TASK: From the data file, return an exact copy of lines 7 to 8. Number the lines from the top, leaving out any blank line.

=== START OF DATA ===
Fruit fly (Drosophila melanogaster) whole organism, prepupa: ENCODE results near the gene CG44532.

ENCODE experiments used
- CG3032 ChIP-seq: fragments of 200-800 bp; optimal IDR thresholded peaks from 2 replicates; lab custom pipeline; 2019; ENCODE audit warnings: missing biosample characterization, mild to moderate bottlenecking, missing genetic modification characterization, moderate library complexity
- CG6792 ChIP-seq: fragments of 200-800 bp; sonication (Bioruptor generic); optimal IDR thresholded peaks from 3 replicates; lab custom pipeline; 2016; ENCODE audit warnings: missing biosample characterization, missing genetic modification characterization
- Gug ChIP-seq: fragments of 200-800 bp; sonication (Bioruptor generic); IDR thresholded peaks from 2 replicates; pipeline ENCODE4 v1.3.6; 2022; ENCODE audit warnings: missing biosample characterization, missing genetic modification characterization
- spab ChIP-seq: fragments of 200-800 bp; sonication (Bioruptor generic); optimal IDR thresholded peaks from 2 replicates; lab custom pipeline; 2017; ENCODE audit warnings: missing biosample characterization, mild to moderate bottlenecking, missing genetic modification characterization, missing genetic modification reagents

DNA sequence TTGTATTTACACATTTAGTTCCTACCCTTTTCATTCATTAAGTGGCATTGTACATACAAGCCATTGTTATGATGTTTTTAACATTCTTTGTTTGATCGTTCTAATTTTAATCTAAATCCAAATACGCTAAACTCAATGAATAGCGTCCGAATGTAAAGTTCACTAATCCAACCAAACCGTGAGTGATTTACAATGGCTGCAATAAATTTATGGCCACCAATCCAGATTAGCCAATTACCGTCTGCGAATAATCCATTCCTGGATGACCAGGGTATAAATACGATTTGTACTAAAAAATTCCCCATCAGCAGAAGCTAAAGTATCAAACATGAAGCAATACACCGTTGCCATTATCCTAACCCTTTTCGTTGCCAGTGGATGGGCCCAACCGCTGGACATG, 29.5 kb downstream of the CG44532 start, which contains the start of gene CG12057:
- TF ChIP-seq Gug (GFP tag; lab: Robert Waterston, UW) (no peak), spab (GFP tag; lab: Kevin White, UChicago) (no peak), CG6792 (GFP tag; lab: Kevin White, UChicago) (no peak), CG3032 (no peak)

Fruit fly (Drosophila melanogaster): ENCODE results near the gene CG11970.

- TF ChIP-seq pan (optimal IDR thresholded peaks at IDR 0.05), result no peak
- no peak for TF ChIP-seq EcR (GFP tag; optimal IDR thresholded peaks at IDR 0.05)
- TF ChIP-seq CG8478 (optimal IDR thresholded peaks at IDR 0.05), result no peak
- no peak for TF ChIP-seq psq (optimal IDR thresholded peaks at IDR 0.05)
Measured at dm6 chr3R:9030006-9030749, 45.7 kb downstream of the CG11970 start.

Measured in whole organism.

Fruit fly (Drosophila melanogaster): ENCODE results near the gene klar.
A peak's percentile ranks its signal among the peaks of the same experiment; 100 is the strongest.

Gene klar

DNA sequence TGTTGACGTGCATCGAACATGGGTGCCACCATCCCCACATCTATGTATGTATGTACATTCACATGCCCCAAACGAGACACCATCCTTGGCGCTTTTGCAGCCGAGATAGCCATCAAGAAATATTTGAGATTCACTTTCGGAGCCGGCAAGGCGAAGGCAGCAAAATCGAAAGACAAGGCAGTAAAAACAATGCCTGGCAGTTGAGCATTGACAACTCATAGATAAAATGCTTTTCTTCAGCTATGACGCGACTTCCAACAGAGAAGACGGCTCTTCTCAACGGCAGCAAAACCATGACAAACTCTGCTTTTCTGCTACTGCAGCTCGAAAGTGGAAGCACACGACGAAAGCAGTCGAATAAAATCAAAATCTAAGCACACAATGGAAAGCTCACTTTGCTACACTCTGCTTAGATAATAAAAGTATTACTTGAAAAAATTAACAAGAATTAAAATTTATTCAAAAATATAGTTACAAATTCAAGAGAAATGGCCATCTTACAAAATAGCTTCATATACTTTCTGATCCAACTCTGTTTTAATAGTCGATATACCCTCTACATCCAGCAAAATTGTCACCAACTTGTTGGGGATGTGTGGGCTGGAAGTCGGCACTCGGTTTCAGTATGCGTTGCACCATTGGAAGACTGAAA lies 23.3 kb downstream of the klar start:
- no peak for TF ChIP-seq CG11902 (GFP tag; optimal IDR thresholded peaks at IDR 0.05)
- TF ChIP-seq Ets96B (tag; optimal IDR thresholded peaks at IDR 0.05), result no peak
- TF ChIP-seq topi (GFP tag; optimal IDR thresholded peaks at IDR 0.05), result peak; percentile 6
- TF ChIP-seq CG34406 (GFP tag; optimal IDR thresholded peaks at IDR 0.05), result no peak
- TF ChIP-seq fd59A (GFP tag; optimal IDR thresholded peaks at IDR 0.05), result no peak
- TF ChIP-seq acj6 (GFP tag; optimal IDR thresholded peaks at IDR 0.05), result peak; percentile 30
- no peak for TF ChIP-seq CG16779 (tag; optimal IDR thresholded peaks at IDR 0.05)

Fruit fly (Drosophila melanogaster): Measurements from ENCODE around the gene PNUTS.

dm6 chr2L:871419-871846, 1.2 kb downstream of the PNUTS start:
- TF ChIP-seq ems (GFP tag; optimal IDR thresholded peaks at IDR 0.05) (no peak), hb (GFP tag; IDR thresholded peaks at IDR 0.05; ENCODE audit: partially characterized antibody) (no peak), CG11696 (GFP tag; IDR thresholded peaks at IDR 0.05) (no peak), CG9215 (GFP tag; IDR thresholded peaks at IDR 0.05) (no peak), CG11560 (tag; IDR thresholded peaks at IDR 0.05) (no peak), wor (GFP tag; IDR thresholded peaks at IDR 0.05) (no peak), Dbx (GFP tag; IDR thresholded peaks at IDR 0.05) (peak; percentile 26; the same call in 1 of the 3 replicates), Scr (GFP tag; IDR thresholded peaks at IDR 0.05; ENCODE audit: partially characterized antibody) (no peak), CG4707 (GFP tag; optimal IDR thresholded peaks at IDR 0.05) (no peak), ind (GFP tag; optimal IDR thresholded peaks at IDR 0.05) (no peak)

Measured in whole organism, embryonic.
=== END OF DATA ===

DNA sequence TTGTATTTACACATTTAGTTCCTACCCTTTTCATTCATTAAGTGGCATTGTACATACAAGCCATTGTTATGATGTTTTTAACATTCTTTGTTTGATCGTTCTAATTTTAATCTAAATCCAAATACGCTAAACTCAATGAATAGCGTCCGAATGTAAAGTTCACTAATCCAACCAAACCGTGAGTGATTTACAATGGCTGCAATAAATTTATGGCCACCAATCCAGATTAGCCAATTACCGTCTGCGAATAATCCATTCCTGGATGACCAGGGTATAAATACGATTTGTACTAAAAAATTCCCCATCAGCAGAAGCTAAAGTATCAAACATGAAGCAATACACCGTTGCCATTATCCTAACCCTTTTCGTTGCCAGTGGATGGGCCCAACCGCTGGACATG, 29.5 kb downstream of the CG44532 start, which contains the start of gene CG12057:
- TF ChIP-seq Gug (GFP tag; lab: Robert Waterston, UW) (no peak), spab (GFP tag; lab: Kevin White, UChicago) (no peak), CG6792 (GFP tag; lab: Kevin White, UChicago) (no peak), CG3032 (no peak)